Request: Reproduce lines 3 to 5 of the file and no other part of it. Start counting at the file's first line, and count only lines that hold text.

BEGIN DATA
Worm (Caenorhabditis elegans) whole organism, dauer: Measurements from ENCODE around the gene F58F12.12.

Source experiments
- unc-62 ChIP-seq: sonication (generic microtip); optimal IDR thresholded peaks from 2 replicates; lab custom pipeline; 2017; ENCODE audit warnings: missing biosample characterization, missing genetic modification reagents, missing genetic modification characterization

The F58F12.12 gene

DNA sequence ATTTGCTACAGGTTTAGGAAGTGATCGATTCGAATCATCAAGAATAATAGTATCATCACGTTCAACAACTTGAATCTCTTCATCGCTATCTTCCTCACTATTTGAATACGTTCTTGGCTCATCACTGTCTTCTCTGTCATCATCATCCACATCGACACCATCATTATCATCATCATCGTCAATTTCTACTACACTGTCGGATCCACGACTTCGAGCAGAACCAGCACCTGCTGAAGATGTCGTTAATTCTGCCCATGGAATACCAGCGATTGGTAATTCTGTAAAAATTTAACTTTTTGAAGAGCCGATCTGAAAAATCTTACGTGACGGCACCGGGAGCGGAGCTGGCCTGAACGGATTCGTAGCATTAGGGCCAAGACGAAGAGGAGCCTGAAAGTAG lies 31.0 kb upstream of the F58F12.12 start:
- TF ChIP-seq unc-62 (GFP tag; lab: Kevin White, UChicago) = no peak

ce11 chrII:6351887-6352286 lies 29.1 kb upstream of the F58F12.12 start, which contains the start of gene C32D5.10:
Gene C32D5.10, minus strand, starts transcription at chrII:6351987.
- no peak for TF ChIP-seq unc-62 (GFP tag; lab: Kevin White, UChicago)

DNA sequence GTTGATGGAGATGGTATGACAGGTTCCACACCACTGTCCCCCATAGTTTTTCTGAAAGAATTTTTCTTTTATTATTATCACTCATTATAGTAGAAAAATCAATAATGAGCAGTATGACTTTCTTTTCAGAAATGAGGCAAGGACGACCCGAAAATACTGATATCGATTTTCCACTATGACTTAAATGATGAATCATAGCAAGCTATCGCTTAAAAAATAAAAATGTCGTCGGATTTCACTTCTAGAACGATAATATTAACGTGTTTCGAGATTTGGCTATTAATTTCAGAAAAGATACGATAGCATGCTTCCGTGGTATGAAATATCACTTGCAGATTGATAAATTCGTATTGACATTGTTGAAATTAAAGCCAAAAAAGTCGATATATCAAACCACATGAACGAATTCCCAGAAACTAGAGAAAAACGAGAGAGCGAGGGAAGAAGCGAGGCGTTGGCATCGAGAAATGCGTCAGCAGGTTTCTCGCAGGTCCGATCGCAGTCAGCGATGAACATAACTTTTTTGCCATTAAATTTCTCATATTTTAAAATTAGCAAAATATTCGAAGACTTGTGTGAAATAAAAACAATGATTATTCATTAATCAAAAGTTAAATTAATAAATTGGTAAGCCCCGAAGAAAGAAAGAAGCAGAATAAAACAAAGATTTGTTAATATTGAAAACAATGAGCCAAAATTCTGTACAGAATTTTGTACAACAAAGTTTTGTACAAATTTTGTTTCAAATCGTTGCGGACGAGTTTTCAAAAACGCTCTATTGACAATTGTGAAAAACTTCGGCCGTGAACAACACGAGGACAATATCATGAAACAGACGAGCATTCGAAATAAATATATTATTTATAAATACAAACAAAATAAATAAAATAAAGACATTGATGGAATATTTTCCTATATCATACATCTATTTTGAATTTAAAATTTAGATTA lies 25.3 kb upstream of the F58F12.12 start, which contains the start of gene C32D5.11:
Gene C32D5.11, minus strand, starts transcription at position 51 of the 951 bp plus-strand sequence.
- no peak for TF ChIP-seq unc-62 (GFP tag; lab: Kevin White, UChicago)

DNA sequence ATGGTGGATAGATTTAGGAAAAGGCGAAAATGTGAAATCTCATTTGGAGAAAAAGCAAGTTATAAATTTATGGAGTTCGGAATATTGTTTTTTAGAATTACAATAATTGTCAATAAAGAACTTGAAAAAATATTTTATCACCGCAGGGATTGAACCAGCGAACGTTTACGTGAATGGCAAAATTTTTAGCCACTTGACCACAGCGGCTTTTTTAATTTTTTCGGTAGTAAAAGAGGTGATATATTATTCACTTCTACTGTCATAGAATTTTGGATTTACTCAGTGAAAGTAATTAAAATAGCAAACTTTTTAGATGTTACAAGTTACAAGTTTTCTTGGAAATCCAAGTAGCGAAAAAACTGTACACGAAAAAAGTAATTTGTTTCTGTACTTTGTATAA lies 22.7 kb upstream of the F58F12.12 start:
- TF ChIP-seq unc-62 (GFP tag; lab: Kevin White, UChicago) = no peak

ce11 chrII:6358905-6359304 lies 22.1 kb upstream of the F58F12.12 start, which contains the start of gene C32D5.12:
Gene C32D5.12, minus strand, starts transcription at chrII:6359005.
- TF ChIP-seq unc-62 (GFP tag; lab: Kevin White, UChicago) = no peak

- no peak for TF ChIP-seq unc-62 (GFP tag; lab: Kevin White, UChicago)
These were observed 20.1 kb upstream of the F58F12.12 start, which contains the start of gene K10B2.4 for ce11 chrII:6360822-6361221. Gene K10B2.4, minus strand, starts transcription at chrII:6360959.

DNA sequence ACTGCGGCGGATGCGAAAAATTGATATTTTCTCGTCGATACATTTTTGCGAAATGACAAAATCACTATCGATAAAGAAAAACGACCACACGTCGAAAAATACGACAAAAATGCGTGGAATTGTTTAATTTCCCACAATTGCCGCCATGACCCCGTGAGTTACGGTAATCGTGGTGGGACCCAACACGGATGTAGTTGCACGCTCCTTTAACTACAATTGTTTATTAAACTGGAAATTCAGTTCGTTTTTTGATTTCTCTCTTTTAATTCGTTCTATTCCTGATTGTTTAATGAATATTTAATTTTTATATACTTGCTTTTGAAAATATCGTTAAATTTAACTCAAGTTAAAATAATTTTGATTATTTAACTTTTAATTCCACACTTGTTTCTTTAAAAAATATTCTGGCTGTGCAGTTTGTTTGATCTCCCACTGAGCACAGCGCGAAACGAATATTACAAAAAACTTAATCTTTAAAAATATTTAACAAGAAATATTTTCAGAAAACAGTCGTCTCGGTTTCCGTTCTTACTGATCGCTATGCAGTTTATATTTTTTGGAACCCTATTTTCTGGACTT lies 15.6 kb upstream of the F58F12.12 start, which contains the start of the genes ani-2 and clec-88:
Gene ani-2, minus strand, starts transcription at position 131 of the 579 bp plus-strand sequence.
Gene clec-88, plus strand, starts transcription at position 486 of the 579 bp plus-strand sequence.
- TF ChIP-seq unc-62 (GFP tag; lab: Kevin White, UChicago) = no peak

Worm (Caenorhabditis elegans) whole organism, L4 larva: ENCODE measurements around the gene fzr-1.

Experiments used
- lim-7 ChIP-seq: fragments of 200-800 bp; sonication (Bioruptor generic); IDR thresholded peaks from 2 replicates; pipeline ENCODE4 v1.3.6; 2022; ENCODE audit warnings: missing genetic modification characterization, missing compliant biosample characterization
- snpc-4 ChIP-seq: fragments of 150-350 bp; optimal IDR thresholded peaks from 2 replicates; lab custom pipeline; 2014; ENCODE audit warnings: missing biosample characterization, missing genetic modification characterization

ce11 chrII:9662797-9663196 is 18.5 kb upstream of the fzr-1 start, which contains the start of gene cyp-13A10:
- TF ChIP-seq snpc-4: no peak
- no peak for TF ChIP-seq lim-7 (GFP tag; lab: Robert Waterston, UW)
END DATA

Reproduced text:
- unc-62 ChIP-seq: sonication (generic microtip); optimal IDR thresholded peaks from 2 replicates; lab custom pipeline; 2017; ENCODE audit warnings: missing biosample characterization, missing genetic modification reagents, missing genetic modification characterization

The F58F12.12 gene

DNA sequence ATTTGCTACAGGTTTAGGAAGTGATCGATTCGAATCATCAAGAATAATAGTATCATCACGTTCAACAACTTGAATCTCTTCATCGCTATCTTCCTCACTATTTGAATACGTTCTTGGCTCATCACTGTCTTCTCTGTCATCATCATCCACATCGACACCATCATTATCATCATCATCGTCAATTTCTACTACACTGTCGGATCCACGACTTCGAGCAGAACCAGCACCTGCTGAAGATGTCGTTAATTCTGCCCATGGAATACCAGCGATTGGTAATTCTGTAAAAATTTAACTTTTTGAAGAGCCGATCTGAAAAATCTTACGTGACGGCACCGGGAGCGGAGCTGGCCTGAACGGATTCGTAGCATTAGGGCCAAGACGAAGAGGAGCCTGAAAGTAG lies 31.0 kb upstream of the F58F12.12 start: